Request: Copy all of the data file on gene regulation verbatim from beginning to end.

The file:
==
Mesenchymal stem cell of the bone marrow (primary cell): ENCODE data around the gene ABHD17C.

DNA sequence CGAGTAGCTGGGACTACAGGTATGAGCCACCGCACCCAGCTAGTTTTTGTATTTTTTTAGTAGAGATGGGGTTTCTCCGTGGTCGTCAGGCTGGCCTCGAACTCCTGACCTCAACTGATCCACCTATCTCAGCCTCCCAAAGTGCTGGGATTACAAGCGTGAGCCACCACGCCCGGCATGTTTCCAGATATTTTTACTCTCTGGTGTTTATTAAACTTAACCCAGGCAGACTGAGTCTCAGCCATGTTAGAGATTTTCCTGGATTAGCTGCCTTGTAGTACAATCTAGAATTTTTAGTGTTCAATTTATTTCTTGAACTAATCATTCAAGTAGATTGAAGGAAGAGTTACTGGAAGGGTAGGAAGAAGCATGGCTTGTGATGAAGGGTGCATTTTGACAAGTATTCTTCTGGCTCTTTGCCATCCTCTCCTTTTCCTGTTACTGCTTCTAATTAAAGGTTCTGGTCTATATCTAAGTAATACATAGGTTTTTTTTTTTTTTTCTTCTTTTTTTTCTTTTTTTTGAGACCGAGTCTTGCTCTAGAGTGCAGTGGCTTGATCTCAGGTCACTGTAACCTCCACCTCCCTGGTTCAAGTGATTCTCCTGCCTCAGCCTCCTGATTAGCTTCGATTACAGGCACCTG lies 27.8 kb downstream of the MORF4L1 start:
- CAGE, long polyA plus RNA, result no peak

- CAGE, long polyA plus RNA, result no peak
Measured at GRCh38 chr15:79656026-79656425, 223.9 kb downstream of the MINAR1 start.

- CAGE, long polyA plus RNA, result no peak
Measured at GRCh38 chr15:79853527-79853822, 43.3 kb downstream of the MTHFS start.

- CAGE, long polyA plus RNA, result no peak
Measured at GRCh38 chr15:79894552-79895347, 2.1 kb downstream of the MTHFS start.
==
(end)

Mesenchymal stem cell of the bone marrow (primary cell): ENCODE data around the gene ABHD17C.

DNA sequence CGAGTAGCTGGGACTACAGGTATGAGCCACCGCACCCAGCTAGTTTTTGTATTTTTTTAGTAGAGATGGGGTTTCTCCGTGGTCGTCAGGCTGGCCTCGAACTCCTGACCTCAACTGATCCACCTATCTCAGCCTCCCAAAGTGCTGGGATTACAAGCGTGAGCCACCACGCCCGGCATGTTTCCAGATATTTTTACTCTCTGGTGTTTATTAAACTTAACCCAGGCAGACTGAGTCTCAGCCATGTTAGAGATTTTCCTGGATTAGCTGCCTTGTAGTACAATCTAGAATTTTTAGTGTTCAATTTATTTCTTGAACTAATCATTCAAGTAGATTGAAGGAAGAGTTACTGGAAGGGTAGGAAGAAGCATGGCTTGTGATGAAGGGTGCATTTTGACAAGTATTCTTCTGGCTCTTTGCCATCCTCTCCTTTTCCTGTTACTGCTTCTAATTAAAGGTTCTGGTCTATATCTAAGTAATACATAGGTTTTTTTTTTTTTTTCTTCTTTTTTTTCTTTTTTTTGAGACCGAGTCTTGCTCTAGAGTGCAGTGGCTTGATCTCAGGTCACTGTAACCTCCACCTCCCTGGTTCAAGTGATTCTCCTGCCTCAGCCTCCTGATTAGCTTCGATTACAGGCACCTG lies 27.8 kb downstream of the MORF4L1 start:
- CAGE, long polyA plus RNA, result no peak

- CAGE, long polyA plus RNA, result no peak
Measured at GRCh38 chr15:79656026-79656425, 223.9 kb downstream of the MINAR1 start.

- CAGE, long polyA plus RNA, result no peak
Measured at GRCh38 chr15:79853527-79853822, 43.3 kb downstream of the MTHFS start.

- CAGE, long polyA plus RNA, result no peak
Measured at GRCh38 chr15:79894552-79895347, 2.1 kb downstream of the MTHFS start.